Hidir Reduan Abdul RashidPublished 6:45 pm2
A senior lawyer has applied to review a Kuala Lumpur Sessions Court’s decision to grant a discharge without amounting to an acquittal (DNAA) of Najib Abdul Razak’s stepson, Riza Shahriz Abdul Aziz, over a 1MDB-linked US$248 million money laundering case.
Shaharudin Ali filed the application today at the High Court (Criminal Division), Kuala Lumpur Courts Complex in Jalan Duta. The application was made via email.
According to the letter sighted by Malaysiakini this afternoon, Shaharudin said the Sessions Court had erred in law when granting Riza’s (photo) DNAA.
Shaharudin said the lower court had erred when it exercised its “discretion” in granting “leave” when it was unclear on what basis the discretion was exercised and whether “leave” was granted after judicial scrutiny of the material facts before the court.
He said this is because there was no such judicial discretion process in the matter for the Sessions Court to grant “leave” to the “application for leave” by DPP Gopal Sri Ram per Section 254 (2) of the Criminal Procedure Code.
Section 254 deals with the procedure when the prosecution no longer wishes to continue with the prosecution of an accused person and when such process may result in a DNAA.
Section 254 (2) states that “at any stage of any trial before a Sessions Court or a Magistrate’s Court before the delivery of the judgment, the officer conducting the prosecution may, if he thinks fit, inform the court that he does not propose further to prosecute the accused upon the charge, and thereupon all proceedings on the charge against the accused may be stayed by leave of the court and, if so stayed, the accused shall be discharged of and from the same”.
Section 254 (3) states that such discharge shall not amount to an acquittal unless the court so directs.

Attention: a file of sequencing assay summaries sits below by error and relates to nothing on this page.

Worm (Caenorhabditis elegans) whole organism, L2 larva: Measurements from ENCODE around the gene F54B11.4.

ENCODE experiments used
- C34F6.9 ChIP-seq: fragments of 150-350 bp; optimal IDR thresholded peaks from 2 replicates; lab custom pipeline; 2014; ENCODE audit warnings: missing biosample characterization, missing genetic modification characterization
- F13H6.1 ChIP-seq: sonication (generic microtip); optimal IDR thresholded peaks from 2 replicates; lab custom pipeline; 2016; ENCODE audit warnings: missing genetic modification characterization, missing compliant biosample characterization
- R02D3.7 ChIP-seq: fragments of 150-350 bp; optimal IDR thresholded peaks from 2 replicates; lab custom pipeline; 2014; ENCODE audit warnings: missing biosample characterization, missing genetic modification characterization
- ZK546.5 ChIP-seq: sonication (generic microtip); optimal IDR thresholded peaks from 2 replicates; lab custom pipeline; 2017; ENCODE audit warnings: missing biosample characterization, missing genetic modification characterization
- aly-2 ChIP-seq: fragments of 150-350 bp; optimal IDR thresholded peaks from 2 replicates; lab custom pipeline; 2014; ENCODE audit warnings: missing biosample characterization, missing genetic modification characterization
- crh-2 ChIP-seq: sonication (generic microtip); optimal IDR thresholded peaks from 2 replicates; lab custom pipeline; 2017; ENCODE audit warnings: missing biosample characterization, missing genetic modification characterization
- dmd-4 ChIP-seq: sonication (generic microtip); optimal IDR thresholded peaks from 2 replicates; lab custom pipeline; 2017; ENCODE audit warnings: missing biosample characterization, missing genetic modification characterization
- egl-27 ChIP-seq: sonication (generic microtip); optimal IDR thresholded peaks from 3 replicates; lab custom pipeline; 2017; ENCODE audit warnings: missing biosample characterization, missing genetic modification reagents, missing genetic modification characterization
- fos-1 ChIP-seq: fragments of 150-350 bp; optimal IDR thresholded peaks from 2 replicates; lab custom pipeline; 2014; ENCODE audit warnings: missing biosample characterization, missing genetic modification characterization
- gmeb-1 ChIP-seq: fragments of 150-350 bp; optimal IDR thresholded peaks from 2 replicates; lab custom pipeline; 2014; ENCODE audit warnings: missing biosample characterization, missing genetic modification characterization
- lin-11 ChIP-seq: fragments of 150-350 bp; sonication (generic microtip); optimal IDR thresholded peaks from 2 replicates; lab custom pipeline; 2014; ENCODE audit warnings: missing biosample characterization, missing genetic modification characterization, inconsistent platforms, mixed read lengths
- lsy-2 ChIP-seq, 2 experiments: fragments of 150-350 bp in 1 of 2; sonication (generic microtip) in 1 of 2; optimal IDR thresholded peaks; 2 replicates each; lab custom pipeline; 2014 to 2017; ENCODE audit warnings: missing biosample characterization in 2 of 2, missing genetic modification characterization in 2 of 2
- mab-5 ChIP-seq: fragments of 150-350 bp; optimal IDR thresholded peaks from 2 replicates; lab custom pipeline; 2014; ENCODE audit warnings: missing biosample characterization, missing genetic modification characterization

The lawyer then listed down three relevant factors not considered by the Sessions Court judge when exercising the discretion to grant DNAA to Riza.
Firstly, he said the accused was facing five serious money laundering charges involving US$248 million from sovereign wealth fund 1MDB.
Secondly, he said the case and other cases involving 1MDB is the biggest and most complicated money laundering case in Malaysia’s history.
Thirdly, he claimed that it is not fit and proper if it is said that the accused would return part of the money involving “several million ringgit”.
“The amount meant is the return of US$108 million by the accused, but that amount has already been returned by the United States Department of Justice (DOJ) to the Malaysian government, and not from the accused’s pocket.
“Since several months ago, the DOJ had stated that it is making efforts to return the money to Malaysia,” Shaharudin said in the email.
“Whether the resolution achieved by the accused (Riza) for himself to pay US$108 million is a question that was not judicially considered by the Sessions Court judge,” Shaharudin added.
“With all due respect, the judge should have postponed the case and set a new date for mention, to enable the court to receive a better and clearer explanation from Gopal Sri Ram or the attorney-general.
“This is because under Section 254(2), the judge has the right to reject the application by Gopal Sri Ram because the words ‘may be stayed’ shows the judge’s power of discretion to not allow it,” Shaharudin said.
In the final paragraphs of the email, Shaharudin then sought for the High Court judge to call up the case records from the Sessions Court and examine Riza’s case proceedings to satisfy the High Court judge as to the correctness, legality or propriety of the DNAA order passed by the Sessions Court.
Shaharudin’s application is made under Section 323 of the Criminal Procedure Code, whereby subsection (1) of the provision states that a judge may call for and examine the record of any proceeding before any subordinate criminal court to satisfy himself as to the correctness, legality or propriety of any finding, sentence or order recorded or passed, and as to the regularity of any proceedings of that subordinate court.
Shaharudin also said that if the High Court calls up the revision application for hearing, the lawyer seeks to be called as amicus curiae (someone who is not a party to the matter but still assist the court by offering expertise and information among others).
When contacted by Malaysiakini today, Shaharudin explained that he made the application on his own volition and not on behalf of any client.
“None (client). I am just acting as a concerned member of the public under Section 323 of the CPC.